The content of ash still in the emulsifier is only 0.006% and that of polyglycol ether is less than 0.2%.
The fuel according to Example 1 was stirred thoroughly with 5% of methanol (relative to the total amount). The emulsion remained stable, but was now protected against temperatures of below 0 as described above.
2.25% of Linevol 91+7 mols of ethylene oxide (washed by the process using the toluene solution) and 0.75% of coconut oil acid amide +1 mol of ethylene oxide are added to a commercially available normal-grade gasoline. 25% of water which contains no mineral constituents is allowed to run in, whilst stirring. After 5% of water has run in, the emulsion is still clear and transparent and then, as the amount of water increases, changes into a milky, stable emulsion which can be employed as in Example 1.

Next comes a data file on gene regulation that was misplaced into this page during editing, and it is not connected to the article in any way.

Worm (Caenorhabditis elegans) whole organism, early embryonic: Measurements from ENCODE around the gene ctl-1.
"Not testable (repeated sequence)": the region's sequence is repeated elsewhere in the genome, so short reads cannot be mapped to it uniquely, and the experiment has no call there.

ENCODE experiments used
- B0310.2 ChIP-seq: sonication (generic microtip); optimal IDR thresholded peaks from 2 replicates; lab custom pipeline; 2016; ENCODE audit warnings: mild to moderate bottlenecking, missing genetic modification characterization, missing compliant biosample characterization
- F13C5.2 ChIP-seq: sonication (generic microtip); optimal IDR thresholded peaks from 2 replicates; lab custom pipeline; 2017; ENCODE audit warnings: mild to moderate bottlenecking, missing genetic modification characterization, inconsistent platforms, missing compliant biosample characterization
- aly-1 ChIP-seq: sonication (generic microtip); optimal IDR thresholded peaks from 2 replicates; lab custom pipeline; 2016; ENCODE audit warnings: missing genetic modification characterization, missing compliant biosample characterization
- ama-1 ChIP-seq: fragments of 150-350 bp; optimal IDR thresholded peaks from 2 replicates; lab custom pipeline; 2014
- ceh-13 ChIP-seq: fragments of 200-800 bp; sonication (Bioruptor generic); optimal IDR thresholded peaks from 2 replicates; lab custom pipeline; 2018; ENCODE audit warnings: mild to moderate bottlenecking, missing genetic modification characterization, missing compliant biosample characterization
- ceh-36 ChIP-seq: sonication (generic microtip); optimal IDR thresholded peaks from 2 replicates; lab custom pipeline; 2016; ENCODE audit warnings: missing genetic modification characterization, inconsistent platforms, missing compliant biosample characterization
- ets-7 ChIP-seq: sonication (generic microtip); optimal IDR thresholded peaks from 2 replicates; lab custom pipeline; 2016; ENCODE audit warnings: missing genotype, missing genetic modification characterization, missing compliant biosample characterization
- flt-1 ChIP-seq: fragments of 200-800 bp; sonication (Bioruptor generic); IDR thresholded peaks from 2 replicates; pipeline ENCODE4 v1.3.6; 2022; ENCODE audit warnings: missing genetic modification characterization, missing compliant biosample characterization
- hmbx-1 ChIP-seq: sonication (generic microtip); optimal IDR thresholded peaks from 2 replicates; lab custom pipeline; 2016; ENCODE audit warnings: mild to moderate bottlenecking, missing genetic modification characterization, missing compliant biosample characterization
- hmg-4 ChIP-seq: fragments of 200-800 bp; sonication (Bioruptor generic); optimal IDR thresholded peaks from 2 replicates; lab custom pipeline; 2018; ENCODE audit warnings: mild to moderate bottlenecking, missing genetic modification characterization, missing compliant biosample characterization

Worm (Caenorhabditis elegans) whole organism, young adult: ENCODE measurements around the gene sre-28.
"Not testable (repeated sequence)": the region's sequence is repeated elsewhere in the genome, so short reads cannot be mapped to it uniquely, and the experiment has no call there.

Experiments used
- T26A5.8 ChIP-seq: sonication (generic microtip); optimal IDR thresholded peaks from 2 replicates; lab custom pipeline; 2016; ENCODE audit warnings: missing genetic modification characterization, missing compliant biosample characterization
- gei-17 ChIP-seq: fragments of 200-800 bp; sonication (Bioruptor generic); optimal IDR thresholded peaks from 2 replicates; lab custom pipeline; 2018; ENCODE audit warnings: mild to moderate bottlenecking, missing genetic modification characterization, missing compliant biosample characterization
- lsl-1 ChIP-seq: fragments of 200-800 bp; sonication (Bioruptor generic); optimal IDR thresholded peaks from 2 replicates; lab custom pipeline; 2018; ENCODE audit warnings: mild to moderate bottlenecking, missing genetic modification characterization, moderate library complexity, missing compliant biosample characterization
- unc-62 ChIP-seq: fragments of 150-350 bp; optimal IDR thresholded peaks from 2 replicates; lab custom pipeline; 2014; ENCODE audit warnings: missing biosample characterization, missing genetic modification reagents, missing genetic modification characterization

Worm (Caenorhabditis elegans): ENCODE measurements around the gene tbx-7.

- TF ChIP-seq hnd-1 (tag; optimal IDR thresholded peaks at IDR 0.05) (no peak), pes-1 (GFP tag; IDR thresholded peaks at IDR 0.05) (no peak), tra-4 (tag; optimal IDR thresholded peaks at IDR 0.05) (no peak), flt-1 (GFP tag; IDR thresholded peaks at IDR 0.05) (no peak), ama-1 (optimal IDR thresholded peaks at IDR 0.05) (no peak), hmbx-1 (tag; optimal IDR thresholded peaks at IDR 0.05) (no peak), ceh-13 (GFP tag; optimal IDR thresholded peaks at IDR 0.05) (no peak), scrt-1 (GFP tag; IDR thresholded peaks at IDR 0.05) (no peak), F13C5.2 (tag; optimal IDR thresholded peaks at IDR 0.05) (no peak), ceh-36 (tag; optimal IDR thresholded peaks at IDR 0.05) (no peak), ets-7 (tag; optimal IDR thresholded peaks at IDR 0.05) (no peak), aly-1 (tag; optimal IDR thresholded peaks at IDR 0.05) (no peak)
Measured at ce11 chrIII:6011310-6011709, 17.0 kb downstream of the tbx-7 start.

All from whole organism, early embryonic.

The emulsifier is purified by the following process: 100 g of the synthetic C.sub.9-11 -alcohol which has been reacted with 7 mols of ethylene oxide are mixed with 10 g of water and the alkali from the oxyethylation catalyst is neutralized with acetic acid. The solution is stirred with 100 ccs of toluene. After 1-3 hours, 7.5 g of an aqueous layer which contains 4 g of polyglycol ether and about 0.5 g of potassium acetate separate out of the turbid mixture. After distilling off the toluene, which simultaneously drives off the water, about 95 g of the purified emulsifier are obtained.